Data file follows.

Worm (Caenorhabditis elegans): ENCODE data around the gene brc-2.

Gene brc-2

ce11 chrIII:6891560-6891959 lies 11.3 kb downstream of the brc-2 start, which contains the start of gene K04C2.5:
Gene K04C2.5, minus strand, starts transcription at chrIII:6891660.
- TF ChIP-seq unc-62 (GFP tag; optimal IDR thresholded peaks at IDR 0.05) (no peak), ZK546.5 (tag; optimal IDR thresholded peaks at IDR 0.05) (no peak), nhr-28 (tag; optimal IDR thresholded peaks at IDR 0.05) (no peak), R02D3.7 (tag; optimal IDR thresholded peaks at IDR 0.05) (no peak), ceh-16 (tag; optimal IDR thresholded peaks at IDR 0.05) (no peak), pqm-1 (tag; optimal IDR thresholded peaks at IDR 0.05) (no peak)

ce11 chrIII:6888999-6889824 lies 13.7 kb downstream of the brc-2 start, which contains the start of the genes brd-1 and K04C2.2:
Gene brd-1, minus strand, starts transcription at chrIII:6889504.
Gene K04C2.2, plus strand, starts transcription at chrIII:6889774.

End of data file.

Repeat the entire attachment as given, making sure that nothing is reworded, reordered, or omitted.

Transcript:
Worm (Caenorhabditis elegans): ENCODE data around the gene brc-2.

Gene brc-2

ce11 chrIII:6891560-6891959 lies 11.3 kb downstream of the brc-2 start, which contains the start of gene K04C2.5:
Gene K04C2.5, minus strand, starts transcription at chrIII:6891660.
- TF ChIP-seq unc-62 (GFP tag; optimal IDR thresholded peaks at IDR 0.05) (no peak), ZK546.5 (tag; optimal IDR thresholded peaks at IDR 0.05) (no peak), nhr-28 (tag; optimal IDR thresholded peaks at IDR 0.05) (no peak), R02D3.7 (tag; optimal IDR thresholded peaks at IDR 0.05) (no peak), ceh-16 (tag; optimal IDR thresholded peaks at IDR 0.05) (no peak), pqm-1 (tag; optimal IDR thresholded peaks at IDR 0.05) (no peak)

ce11 chrIII:6888999-6889824 lies 13.7 kb downstream of the brc-2 start, which contains the start of the genes brd-1 and K04C2.2:
Gene brd-1, minus strand, starts transcription at chrIII:6889504.
Gene K04C2.2, plus strand, starts transcription at chrIII:6889774.